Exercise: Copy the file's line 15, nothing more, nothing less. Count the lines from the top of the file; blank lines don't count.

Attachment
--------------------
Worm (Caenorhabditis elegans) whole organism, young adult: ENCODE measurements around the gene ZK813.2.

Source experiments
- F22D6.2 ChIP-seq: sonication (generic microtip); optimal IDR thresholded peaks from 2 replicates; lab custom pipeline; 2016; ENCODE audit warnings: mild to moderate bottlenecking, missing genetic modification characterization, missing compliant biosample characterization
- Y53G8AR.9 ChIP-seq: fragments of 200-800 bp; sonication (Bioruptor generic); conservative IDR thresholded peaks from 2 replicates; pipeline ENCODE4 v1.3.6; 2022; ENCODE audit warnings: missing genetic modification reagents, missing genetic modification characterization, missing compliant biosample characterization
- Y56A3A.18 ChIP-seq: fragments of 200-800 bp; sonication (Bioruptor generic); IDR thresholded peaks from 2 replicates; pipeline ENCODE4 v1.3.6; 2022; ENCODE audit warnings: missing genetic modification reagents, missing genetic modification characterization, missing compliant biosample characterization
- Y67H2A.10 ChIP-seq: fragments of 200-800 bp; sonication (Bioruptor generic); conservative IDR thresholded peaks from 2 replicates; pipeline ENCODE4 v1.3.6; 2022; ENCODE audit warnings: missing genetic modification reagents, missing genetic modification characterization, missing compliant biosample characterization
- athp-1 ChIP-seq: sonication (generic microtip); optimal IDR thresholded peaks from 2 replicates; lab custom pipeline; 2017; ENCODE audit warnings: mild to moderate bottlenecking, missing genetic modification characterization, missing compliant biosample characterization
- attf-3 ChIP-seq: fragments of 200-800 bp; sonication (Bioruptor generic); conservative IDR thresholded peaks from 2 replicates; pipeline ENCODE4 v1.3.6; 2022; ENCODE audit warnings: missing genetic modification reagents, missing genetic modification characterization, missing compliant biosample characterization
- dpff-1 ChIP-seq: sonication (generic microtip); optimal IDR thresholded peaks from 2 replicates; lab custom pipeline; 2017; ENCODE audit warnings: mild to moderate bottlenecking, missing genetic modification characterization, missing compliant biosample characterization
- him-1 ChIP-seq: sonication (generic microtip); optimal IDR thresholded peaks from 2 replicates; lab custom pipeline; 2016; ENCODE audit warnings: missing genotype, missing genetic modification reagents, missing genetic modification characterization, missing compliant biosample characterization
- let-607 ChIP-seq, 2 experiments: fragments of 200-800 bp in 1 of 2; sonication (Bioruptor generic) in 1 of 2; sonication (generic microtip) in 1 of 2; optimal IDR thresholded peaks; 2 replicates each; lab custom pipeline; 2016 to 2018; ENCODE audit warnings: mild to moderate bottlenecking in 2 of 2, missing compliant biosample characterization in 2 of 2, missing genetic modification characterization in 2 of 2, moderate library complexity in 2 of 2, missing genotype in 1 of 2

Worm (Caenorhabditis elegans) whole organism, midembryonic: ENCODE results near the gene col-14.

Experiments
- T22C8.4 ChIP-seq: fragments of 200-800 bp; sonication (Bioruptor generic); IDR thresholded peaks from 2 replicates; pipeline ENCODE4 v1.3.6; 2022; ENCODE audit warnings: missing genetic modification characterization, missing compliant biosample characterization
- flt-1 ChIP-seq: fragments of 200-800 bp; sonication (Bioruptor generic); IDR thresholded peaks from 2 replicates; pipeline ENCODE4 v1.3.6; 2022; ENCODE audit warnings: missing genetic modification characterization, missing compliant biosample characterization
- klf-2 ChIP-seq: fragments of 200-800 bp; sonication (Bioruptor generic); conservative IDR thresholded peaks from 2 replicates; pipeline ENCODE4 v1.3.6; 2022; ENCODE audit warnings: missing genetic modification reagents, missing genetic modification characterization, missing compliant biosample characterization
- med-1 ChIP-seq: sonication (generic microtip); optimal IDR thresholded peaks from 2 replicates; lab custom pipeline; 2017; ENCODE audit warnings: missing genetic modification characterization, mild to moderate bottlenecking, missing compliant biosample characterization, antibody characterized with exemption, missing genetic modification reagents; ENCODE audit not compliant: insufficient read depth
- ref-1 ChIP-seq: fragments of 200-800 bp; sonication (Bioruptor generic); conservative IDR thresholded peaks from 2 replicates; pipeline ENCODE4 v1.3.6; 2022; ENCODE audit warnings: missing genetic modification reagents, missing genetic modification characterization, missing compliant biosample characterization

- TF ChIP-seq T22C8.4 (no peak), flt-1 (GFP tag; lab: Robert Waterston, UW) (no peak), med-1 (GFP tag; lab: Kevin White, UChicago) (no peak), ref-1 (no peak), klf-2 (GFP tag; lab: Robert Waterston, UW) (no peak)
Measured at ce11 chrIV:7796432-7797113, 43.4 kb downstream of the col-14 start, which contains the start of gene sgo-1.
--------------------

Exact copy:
- flt-1 ChIP-seq: fragments of 200-800 bp; sonication (Bioruptor generic); IDR thresholded peaks from 2 replicates; pipeline ENCODE4 v1.3.6; 2022; ENCODE audit warnings: missing genetic modification characterization, missing compliant biosample characterization